for the front lines of Navy’s
fight against Coronavirus

By Rick Burke, Navy Office of Community Outreach

Hospitalman Tito Mann, Jr., a native of Newburgh, New York, is learning skills that will be vital in the ongoing fight against a worldwide pandemic.

“The Coronavirus Disease 2019 (COVID-19) Pandemic brought an invisible enemy to our shores and changed the way we operate as a Navy,” said Adm. Mike Gilday, Chief of Naval Operations. “The fight against this virus is a tough one, but our sailors are tougher. We must harden our Navy by continuing to focus on the health and safety of our forces and our families. The health and safety of our sailors and their families is, and must continue to be, our number one priority.”

Mann is preparing to protect sailors and their families by learning the latest in health care and training at the Medical Education and Training Campus (METC), a state-of-the-art DoD healthcare education campus that trains military medics, corpsmen and technicians.

“We are learning the preventative measures to take while also how to better educate others on how to react in the current situation,” Mann said. “We also learn the care and treatment for those who are sick, wounded or injured.”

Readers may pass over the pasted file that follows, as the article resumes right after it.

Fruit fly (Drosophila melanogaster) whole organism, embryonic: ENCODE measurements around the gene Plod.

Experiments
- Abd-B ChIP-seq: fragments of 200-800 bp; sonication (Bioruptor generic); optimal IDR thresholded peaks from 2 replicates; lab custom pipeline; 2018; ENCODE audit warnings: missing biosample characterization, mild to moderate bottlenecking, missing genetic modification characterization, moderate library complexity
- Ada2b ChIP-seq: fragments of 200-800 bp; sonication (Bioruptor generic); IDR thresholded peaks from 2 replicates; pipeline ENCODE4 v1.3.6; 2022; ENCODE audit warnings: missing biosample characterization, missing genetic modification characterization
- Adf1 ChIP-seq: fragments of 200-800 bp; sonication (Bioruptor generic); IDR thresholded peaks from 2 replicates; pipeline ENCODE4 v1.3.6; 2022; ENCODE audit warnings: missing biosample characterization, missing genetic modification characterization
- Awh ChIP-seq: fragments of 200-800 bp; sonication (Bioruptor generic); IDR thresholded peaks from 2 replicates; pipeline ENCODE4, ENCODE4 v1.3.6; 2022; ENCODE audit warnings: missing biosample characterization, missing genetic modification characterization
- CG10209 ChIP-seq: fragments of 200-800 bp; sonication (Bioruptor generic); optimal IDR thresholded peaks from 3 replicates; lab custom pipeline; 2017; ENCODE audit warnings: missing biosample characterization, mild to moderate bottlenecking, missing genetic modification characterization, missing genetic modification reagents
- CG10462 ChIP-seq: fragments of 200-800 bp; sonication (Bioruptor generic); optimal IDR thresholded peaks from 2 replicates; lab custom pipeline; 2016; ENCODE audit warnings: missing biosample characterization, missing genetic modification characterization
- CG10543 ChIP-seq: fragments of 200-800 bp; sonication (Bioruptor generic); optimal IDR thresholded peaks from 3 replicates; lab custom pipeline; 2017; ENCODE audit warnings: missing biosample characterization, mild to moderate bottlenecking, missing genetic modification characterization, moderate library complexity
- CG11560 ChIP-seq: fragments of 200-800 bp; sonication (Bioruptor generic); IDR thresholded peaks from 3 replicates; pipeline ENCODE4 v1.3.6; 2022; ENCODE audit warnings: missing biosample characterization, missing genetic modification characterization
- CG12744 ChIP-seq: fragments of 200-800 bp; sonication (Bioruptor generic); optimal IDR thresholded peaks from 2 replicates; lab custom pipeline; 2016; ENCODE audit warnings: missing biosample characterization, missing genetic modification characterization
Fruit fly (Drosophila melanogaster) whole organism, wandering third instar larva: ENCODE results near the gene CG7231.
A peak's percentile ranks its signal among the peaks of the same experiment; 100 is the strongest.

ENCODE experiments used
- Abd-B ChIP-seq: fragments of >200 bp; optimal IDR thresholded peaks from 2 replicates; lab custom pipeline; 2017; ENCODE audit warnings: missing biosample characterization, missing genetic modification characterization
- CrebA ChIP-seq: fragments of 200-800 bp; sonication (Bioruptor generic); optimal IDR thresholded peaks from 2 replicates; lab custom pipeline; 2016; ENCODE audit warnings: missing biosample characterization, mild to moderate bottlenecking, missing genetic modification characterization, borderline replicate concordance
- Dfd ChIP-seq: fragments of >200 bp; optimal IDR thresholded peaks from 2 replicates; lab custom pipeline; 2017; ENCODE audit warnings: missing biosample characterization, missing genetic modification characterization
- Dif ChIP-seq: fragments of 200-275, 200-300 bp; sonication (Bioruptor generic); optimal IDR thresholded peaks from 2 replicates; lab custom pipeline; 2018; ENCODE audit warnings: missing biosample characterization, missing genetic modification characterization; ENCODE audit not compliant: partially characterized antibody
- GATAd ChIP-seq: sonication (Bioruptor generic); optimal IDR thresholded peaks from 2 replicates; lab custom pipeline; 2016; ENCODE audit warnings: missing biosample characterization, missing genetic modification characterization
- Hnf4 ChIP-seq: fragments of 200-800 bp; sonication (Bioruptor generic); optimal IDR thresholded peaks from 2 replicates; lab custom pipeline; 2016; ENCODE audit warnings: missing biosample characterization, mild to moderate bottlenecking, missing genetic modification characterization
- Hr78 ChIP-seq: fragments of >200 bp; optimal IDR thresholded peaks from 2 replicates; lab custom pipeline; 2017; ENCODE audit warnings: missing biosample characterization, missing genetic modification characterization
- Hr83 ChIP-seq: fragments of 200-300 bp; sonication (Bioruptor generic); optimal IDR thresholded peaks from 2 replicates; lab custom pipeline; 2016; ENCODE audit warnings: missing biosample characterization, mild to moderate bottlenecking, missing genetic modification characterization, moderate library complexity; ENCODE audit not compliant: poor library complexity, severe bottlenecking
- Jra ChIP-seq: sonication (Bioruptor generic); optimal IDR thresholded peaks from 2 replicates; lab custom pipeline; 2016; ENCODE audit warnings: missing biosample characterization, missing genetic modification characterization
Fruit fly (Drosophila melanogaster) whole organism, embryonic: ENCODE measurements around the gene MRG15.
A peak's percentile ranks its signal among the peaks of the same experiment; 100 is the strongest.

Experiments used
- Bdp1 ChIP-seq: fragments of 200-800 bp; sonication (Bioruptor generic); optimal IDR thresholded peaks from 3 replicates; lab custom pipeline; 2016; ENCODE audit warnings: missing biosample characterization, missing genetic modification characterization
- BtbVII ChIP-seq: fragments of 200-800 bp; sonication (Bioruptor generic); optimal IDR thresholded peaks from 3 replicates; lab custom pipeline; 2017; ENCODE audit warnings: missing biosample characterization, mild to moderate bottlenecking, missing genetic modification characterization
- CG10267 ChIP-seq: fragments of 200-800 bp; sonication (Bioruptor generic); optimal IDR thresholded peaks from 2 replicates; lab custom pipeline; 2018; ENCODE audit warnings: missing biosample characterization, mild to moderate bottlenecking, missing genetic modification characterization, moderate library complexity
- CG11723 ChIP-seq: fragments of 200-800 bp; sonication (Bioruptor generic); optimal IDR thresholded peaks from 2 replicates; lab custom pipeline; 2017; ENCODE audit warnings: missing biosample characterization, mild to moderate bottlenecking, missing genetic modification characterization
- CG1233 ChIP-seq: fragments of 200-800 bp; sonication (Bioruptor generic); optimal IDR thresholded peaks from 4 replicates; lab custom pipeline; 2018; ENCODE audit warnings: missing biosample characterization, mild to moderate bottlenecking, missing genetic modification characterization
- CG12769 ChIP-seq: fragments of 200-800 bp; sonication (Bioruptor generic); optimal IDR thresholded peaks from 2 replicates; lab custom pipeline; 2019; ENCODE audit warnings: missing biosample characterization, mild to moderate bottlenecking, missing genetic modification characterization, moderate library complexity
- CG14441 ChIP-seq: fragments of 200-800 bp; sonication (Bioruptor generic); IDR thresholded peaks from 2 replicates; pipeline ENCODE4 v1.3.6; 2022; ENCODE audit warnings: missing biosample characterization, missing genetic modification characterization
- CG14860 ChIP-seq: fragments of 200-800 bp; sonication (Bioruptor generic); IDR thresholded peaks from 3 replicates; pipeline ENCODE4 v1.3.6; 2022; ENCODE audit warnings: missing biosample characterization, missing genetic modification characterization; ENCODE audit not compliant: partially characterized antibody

Mann is a 2015 Douglas Byrd High School graduate. According to Mann, the values required to succeed in the Navy are similar to those found in Newburgh.

“I learned to always be on the lookout and pay attention to small details,” Mann said.

The U.S. Navy Hospital Corps is the most decorated career field in the Navy. Corpsmen have earned 22 Medals of Honor, 179 Navy Crosses, 959 Silver Stars and more than 1,600 Bronze Stars. 20 ships have been named in honor of corpsmen.

HEROES 2020: Petty Officer 2nd Class Ralph Bellamour

Newburgh Native on front lines of
U.S. Navy Coronavirus fight
Petty Officer 2nd Class Ralph Bellamour

JACKSONVILLE, Fla. – Petty Officer 2nd Class Ralph Bellamour, a native of Newburgh, New York, with hometown ties to Haiti, is playing a critical role in the U.S. Navy’s efforts to maintain a healthy and ready fighting force in the face of the Coronavirus pandemic.

As a hospital corpsman working at Naval Hospital Jacksonville, Bellamour’s skills are vital to maintaining the health of the sailors in the Jacksonville area, and by extension, the readiness of the Navy’s operational ships and submarines on which they serve.